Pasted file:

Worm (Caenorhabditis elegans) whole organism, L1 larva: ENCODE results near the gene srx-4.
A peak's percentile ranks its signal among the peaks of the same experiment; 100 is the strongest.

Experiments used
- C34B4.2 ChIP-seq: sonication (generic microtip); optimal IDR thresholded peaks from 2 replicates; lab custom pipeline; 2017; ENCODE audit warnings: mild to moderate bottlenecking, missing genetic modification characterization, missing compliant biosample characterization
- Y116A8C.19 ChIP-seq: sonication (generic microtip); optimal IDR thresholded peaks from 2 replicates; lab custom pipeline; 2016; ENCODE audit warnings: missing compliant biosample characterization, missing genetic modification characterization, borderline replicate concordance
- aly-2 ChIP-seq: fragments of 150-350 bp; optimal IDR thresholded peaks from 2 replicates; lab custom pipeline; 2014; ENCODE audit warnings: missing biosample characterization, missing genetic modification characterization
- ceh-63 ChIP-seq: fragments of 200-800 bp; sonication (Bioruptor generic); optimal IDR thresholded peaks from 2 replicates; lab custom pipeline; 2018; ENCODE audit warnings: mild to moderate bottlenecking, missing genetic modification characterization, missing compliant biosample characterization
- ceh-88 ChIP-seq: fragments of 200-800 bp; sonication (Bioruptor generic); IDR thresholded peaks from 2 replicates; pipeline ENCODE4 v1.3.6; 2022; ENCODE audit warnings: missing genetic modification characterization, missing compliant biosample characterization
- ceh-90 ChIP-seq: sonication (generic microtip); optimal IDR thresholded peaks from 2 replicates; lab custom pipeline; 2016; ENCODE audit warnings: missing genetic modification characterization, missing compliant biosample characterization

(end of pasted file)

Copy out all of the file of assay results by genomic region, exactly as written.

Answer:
Worm (Caenorhabditis elegans) whole organism, L1 larva: ENCODE results near the gene srx-4.
A peak's percentile ranks its signal among the peaks of the same experiment; 100 is the strongest.

Experiments used
- C34B4.2 ChIP-seq: sonication (generic microtip); optimal IDR thresholded peaks from 2 replicates; lab custom pipeline; 2017; ENCODE audit warnings: mild to moderate bottlenecking, missing genetic modification characterization, missing compliant biosample characterization
- Y116A8C.19 ChIP-seq: sonication (generic microtip); optimal IDR thresholded peaks from 2 replicates; lab custom pipeline; 2016; ENCODE audit warnings: missing compliant biosample characterization, missing genetic modification characterization, borderline replicate concordance
- aly-2 ChIP-seq: fragments of 150-350 bp; optimal IDR thresholded peaks from 2 replicates; lab custom pipeline; 2014; ENCODE audit warnings: missing biosample characterization, missing genetic modification characterization
- ceh-63 ChIP-seq: fragments of 200-800 bp; sonication (Bioruptor generic); optimal IDR thresholded peaks from 2 replicates; lab custom pipeline; 2018; ENCODE audit warnings: mild to moderate bottlenecking, missing genetic modification characterization, missing compliant biosample characterization
- ceh-88 ChIP-seq: fragments of 200-800 bp; sonication (Bioruptor generic); IDR thresholded peaks from 2 replicates; pipeline ENCODE4 v1.3.6; 2022; ENCODE audit warnings: missing genetic modification characterization, missing compliant biosample characterization
- ceh-90 ChIP-seq: sonication (generic microtip); optimal IDR thresholded peaks from 2 replicates; lab custom pipeline; 2016; ENCODE audit warnings: missing genetic modification characterization, missing compliant biosample characterization